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Paddle Your Own Canoe
Chapter 11


“You poor thing.”  It was her friends way of extending sympathy toward her because she was “baby sitting” with her grandchildren.

“Don't feel sorry for me!”  Dee was quick to express herself.  “I'm doing exactly what I want to do.”

After Glenda left her grandson was wrapping himself around her as he sometimes did when it was later in the afternoon and he was tired from the days activities.  “Gramma why did Glenda call you a poor thing.”

“Oh, don't pay any attention.  Doesn't mean anything.”

This innocent question gave Dee a moment to reflect as she was holding her grandson. He was getting to be a big boy and she sang to him as she had sung to her own boy, his father.

“Puff the magic dragon, lives by the sea, in a land called Ah Dah Lee.  A dragon lives forever, but not so little boys.”

The song always touched her heart as she remembered  her five, no six, brothers and one brother cousin.   It always seemed to her they were just little boys for such a short time and all at once they had to grow up to all the hateful and, of course,  pleasurable things as to and  of being a man.

“Yeah, but why did she?  Are you poor?”

“Randy, language isn't that simple.  Poor can mean a lot of different things.  Poor  work, poor timing, poor tasting food, dirt  poor, and poor but proud are just a few expressions.”

“But, why did she call you, poor thing.”  Randy was persistent.

It was their way, their culture, whatever one wanted to call it, to go ahead and explain to children, even though they might only get part of the understanding of something told to them.

“Long ago.”  Dee was making a story out of the explanation. “Long ago, there was what they called Indians.  That is what Gramma's mother is called.”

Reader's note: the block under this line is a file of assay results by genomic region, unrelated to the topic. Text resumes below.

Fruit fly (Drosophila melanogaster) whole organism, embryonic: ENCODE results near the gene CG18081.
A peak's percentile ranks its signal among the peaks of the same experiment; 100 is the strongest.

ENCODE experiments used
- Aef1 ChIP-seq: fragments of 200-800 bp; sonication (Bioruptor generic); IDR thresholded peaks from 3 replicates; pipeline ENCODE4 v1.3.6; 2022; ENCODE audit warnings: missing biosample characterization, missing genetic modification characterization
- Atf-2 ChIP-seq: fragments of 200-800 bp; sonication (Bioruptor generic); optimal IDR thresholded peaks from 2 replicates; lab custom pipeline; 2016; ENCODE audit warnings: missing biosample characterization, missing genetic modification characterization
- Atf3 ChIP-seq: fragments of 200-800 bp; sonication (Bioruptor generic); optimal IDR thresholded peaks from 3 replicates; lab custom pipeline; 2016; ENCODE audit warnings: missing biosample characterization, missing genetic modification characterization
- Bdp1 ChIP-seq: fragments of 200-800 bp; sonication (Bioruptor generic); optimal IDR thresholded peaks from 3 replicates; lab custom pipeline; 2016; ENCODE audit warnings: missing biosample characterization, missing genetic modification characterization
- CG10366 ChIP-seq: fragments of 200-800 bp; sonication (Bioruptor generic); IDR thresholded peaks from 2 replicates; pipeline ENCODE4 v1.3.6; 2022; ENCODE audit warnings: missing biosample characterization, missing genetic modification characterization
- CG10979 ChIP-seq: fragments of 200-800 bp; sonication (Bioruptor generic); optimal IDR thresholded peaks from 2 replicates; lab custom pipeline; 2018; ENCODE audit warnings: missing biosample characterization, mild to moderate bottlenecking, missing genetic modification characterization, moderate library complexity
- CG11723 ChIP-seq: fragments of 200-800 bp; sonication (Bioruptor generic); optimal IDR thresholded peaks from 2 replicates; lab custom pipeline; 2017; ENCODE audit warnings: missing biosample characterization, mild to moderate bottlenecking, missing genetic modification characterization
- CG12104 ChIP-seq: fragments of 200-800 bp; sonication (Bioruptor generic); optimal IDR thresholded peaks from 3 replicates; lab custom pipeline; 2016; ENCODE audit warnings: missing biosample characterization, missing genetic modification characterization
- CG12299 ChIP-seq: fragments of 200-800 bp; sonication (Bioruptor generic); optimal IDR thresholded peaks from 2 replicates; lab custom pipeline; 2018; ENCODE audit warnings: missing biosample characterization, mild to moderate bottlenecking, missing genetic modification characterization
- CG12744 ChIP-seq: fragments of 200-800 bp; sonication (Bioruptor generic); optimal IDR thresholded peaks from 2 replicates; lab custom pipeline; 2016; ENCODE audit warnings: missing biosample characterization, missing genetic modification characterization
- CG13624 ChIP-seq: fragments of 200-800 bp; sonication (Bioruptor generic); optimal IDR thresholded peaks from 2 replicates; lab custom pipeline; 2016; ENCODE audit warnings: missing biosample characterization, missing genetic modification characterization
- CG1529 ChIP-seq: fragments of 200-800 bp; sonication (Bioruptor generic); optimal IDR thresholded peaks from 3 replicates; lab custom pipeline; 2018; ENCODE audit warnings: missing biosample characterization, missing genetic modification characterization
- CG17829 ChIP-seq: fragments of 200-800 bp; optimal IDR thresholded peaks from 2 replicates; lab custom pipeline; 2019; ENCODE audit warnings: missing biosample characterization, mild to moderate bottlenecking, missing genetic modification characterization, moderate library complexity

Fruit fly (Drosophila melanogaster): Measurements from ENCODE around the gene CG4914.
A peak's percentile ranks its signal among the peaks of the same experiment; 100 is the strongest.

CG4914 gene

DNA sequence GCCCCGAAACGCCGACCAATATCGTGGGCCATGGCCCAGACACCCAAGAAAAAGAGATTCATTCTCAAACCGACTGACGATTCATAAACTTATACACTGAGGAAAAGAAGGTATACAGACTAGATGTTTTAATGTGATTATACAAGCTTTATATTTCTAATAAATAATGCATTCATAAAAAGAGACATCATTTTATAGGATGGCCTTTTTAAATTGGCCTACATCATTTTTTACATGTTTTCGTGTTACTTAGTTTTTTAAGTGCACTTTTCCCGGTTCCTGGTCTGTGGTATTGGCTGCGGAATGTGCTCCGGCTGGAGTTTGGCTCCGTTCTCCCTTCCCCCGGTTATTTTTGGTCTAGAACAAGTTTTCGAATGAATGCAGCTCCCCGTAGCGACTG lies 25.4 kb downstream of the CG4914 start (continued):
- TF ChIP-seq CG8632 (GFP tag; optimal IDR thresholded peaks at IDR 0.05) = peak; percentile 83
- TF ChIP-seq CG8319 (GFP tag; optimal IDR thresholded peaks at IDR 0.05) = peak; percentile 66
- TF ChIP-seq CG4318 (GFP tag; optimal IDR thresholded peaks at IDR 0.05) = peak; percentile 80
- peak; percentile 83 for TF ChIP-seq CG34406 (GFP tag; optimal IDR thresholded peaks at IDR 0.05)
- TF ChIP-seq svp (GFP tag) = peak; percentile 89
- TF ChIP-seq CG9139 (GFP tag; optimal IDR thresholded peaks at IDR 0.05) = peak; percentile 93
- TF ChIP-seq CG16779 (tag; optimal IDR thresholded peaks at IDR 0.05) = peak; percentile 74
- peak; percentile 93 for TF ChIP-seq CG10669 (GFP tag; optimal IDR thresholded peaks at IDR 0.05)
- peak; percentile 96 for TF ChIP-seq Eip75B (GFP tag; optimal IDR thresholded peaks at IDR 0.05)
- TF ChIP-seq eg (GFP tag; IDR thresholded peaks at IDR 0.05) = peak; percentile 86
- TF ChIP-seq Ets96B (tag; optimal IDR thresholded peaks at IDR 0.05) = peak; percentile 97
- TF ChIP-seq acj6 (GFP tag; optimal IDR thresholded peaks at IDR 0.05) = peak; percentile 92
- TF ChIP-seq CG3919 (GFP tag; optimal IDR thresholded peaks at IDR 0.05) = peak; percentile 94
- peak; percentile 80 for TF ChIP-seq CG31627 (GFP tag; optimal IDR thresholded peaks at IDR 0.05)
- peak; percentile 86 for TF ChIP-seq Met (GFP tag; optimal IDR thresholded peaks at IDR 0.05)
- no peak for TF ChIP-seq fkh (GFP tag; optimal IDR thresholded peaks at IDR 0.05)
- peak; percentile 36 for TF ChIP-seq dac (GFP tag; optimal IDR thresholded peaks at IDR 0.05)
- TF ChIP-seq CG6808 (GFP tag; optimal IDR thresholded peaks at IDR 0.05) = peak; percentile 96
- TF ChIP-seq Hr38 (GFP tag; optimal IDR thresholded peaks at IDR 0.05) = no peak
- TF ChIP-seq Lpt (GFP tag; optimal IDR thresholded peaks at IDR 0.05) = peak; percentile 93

“I know!  Gramma V. is Indian. Everybody knows that.”

Dee had to smile.  “Oh yes!”  She was thinking to herself.

“Well, years ago, those people lived differently than we do, in a way, but in another way just like we do.  The man hunted and fished and fought the enemies.  The woman stayed around the camp, worked hard to make clothes, grow and store food, tan animal hides and so many things you will probably not even hear about.”

“Since Mama and Daddy had to work so hard, someone had to help with the children. The children had to grow up fast in order to be strong. The Grandmother's and Grandfather's were strong. They were healthy people. With this strength they were able to help care for the children.  But, it wasn't just because they needed to do so, it was more than that. It was kind of like a rule. You know a rule?”

“Uh huh! That is like when we aren't supposed to call names.”

Dee had to smile again to herself and was glad the boy was remembering the incident and talk they had about that.

“Yes, Randy.  Like that. So you see, even though Grampa isn't Indian, he is respectful to me.  He doesn't complain about kids being around. Instead, he helps me with you children.  You know that don't you?”

“I love Grampa.”  Randy was listening and being thoughtful.

“I do too.”   Dee told her Grandson. “I've loved him for almost fifty years now.  What do you think about that?”

“Is that more than a hundred?”  Randy in his own  way made her aware he was so very much a child yet.

“Let's just say it is quite a long time.”

Randy was quiet. Whether he was thinking or was just too tired to visit she didn't know.  They were sitting so they could see down the drive. Dee knew the children seemed to have a built in sense as to their mother's arrival and liked to watch for her.  As her car came up the drive Randy was all at once very alert and ready to get to his feet. His Grampa had been holding his sister, Ada.

“Ada!  Ada!  Hurry!  Let's get our stuff.  Mama's here!”

As the children's mother came into the house she was hugging and loving on the children but Dee could see her daughter-in-law was very tired and that touched her heart too.  The only joy Dee had at the moment was knowing they had provided one small relief for the woman in that she knew her children were secure with their love while she struggled to get through life the best way she knew how and that was by helping their son arrive at his goals.  It was as one country song proclaimed, “The secret to a successful rancher  is a wife who works in town!”


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